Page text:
Bulgarian Empire In the medieval history of Europe Europe is a continent A continent is one of several large landmasses. Generally identified by convention (norm), convention rather than any strict criteria, up to seven regions are commonly regarde ...
. During the
Middle Ages In the history of Europe, the Middle Ages or medieval period lasted approximately from the 5th to the late 15th centuries, similarly to the Post-classical, Post-classical period of global history. It began with the fall of the Western Roma ...
, the Balkans became the stage for a series of wars between the and the
Bulgarian Bulgarian may refer to: * Something of, from, or related to the country of Bulgaria * Bulgarians, a South Slavic ethnic group * Bulgarian language, a Slavic language * Bulgarian alphabet * A citizen of Bulgaria, see Demographics of Bulgaria * Bulg ...
Empires.


Early modern period

By the end of the 16th-century, the Ottoman Empire had become the controlling force in the region after expanding from Anatolia through
Thrace File:Thraciae-veteris-typvs.jpg, Map of Ancient Thrace made by Abraham Ortelius in 1585, stating both the names Thrace and Europe. Thrace (; el, Θράκη, Thráki; bg, Тракия, Trakiya; tr, Trakya) or Thrake is a geographical and hi ...
to the Balkans. Many people in the Balkans place their greatest folk heroes in the era of either the onslaught or the retreat of the Ottoman Empire. As examples, for Greeks,
Constantine XI Palaiologos Constantine XI Dragases Palaiologos or Dragaš Palaeologus ( el, Κωνσταντῖνος Δραγάσης Παλαιολόγος, ''Kōnstantinos Dragasēs Palaiologos''; 8 February 1405 – 29 May 1453) was the last Byzantine emperor, reign ...
and ; and for
Serbs Serbs ( sr-Cyr, Срби, Srbi, ) are a South Slavic ethnic group An ethnic group or ethnicity is a grouping of people who identify with each other on the basis of shared attributes that distinguish them from other groups such as a comm ...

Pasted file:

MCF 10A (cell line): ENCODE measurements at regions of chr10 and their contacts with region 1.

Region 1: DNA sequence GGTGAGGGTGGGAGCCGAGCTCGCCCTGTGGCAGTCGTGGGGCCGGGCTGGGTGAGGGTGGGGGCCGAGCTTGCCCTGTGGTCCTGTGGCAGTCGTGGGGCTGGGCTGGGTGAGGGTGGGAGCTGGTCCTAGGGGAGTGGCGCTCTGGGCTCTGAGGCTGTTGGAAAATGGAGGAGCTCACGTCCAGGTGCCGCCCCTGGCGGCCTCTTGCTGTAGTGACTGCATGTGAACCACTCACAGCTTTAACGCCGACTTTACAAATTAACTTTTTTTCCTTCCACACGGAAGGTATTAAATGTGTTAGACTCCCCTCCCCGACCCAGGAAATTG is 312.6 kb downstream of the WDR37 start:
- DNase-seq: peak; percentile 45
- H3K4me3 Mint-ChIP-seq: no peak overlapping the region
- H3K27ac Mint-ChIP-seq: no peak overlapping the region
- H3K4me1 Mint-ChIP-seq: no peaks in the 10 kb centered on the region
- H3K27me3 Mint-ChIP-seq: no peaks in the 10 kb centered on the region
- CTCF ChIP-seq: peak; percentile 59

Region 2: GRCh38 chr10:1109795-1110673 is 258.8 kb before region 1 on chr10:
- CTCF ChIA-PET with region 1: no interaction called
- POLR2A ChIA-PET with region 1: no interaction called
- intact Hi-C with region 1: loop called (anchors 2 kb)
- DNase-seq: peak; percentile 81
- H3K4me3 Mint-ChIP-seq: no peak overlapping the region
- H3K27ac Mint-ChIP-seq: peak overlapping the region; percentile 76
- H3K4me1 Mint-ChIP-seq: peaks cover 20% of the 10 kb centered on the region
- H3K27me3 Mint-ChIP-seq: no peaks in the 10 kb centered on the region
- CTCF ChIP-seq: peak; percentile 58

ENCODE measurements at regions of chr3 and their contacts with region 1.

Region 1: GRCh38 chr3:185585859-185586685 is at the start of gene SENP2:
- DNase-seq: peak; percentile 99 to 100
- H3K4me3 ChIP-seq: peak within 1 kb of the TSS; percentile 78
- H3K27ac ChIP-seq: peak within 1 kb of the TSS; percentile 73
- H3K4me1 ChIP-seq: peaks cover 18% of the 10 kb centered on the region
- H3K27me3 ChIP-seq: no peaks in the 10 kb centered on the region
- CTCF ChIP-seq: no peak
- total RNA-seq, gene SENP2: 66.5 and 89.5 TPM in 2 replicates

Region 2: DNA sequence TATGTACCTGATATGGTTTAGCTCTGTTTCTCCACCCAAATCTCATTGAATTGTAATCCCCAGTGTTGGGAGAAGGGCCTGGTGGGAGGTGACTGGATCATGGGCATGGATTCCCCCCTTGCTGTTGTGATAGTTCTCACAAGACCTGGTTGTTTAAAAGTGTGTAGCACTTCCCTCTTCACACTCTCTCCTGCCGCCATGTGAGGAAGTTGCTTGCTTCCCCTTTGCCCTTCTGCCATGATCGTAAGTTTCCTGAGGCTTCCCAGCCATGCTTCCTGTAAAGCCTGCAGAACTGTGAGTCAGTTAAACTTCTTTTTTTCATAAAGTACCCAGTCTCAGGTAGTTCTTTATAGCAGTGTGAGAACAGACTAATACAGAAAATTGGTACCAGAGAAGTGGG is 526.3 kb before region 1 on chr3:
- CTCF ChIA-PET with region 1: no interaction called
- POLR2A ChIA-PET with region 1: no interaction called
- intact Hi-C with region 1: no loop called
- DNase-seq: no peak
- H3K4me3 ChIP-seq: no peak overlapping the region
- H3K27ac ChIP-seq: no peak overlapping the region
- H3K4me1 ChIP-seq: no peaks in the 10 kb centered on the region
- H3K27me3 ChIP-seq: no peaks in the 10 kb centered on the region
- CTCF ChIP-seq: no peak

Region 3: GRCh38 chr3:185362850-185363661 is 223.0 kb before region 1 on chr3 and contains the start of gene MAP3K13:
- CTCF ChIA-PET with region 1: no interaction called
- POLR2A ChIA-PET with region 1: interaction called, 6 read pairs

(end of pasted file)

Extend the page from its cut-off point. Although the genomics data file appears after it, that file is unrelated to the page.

,
Miloš Obilić Miloš Obilić ( sr-cyr, Милош Обилић, ) was a legendary Serbian knight who is reputed to have been in the service of Prince Lazar during the Ottoman History of Ottoman Serbia, invasion of Serbia in the late 14th century. He is not me ...
and Tzar Lazar; for
Montenegrins Montenegrins (Montenegrin language, Montenegrin and Serbian language, Serbian: Crnogorci / Црногорци, or ; literal translation, lit. "Black Mountain People") are a South Slavs, South Slavic ethnic group native to Montenegro. Genetic orig ...
,
Đurađ I Balšić Đurađ Balšić ( sr-cyr, Ђурађ Балшић), also known as Đurađ I (Ђурађ I) was the Lord of Zeta between 1362 and 13 January 1378. He was the eldest of the three sons of Balša I, and belonged to the Balšić noble family, Balšić ...
and ; for
Albanians The Albanians (; sq, Shqiptarët, ) are an ethnic group native to the Balkan Peninsula and are identified by a common Albanian Cultural heritage, ancestry, Albanian culture, culture, Albanian history, history and Albanian language, language. T ...

Albanians
,
George Kastrioti Skanderbeg Gjergj Kastrioti (6 May 1405 – 17 January 1468), known as Skanderbeg ( sq, Skënderbej or ''Skënderbeu'' from ota, اسکندر بگ, İskender Bey), was an Albanian nobleman and military commander who led a rebellion against the Ottoman ...
; for
ethnic Macedonians Macedonians ( mk, Македонци, Makedonci) are a nation A nation is a community of people formed on the basis of a common language, history, ethnicity, or a common culture, and, in many cases, a shared territory. A nation is more overt ...